About Rick Hayes and Rick Hayes Instruments

Rick Hayes (right) with fellow luthier and friend Steve Hogsed.

Rick Hayes is not only a luthier, but a gifted musician as well. The ability to know what an instrument is not only supposed to sound like – but how it feels in your hand and the ease with which you can play it – is so important to him. He has worked very hard to select every material, process and appointment to achieve this goal. Rick built his first mandolin around 2006. He had one that sounded and played great, but just didn't have the Loar look that he really wanted, so he decided he would give making one a try. The first one he literally carved much of it with a sharpened screwdriver on an old kitchen table in the back of his recording studio. Fast forward to many years later (and with a lot better tools and workshop) he is crafting exceptional instruments played by some of the best musicians in the industry. The melding of rich tone, playability, and handcrafted artistry are built into every instrument.

Rick also operates a recording studio and leads the popular bluegrass group, Nightflyer. His resume includes a four year stint with The Gibson Brothers as well. (Photo at right is of Rick playing the Grand Ole Opry with The Gibson Brothers. Photo courtesy of Ted Lehmann.)

His workshop is located on the east side of Cincinnati, where he resides with his wife and business partner, Lyn. 


Why a Hayes?
We are often asked what makes a Hayes instrument different. Hayes instruments are designed and crafted with four things in mind: playability, sound (tone and volume), beauty and durability.

We feel the playability of an instrument is paramount, especially to a professional musician. The ability to move effortlessly across the fretboard, with no hang-ups, no added weight, quick responsiveness, and smooth transitions along the neck are all important. It needs to “feel good” in the hands.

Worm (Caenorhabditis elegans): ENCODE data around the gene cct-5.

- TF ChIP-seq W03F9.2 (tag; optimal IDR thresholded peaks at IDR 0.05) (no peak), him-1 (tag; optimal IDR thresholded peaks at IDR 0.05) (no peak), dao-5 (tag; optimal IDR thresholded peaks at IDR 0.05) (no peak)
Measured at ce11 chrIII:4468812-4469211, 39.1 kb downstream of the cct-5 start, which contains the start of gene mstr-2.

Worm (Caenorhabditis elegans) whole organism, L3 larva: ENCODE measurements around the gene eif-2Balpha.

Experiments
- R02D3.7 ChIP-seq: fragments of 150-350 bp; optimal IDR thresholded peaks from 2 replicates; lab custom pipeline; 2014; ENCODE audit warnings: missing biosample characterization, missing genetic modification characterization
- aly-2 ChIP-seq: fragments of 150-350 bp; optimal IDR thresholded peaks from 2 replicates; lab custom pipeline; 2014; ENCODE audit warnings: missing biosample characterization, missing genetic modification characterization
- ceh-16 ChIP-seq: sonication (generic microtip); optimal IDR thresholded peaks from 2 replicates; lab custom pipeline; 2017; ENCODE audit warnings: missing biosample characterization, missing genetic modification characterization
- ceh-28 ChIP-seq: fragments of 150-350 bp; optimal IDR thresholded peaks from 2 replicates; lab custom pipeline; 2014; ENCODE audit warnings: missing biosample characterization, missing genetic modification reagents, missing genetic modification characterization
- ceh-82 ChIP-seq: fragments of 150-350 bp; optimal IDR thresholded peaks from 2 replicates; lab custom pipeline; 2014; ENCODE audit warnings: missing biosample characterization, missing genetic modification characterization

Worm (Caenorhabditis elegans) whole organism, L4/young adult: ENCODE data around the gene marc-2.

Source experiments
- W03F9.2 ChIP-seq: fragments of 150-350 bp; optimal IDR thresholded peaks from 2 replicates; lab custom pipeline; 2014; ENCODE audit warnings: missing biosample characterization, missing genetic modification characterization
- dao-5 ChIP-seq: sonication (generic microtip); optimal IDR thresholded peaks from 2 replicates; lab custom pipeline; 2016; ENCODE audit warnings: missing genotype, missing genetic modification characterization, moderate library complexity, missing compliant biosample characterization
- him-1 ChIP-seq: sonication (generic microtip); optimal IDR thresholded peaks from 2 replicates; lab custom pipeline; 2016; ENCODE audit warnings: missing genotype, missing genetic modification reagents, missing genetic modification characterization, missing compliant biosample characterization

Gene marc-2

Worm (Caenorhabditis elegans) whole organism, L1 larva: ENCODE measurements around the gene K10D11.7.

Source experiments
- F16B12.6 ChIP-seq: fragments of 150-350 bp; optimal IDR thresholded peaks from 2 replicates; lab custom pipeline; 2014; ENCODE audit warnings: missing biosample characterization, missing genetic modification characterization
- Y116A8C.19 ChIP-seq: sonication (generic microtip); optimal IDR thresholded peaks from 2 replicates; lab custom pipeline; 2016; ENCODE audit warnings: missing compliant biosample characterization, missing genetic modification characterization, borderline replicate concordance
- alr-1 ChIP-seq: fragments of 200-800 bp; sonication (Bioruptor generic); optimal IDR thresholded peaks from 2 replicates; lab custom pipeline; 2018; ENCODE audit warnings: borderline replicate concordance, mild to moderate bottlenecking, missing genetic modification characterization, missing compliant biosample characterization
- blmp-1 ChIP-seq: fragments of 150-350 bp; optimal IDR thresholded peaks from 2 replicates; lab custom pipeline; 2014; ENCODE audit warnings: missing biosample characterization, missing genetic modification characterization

The sound, of course, is of utmost importance and nearly neck and neck (pun intended) with playability. The instrument must intonate equally well up and down the neck. Tones should ring out across the highs, mids and lows. Volume is essential as well.

The pure beauty of the instrument, the fit and finish has to be nearly flawless. It should look as beautiful as it sounds. We hope to create pieces of art in both an auditory and visual sense.

Lastly, the instruments are built to be strong and durable in hopes of some day becoming heirloom pieces. As with any fine instrument, they do need to be properly maintained and cared for.

All of it works together. Every material, process and appointment has been specifically chosen, tested and scrutinized to be the best possible choice at this time for our instruments. We hope you agree!

If you would like more information, drop us a line here.

Thanks for stopping by!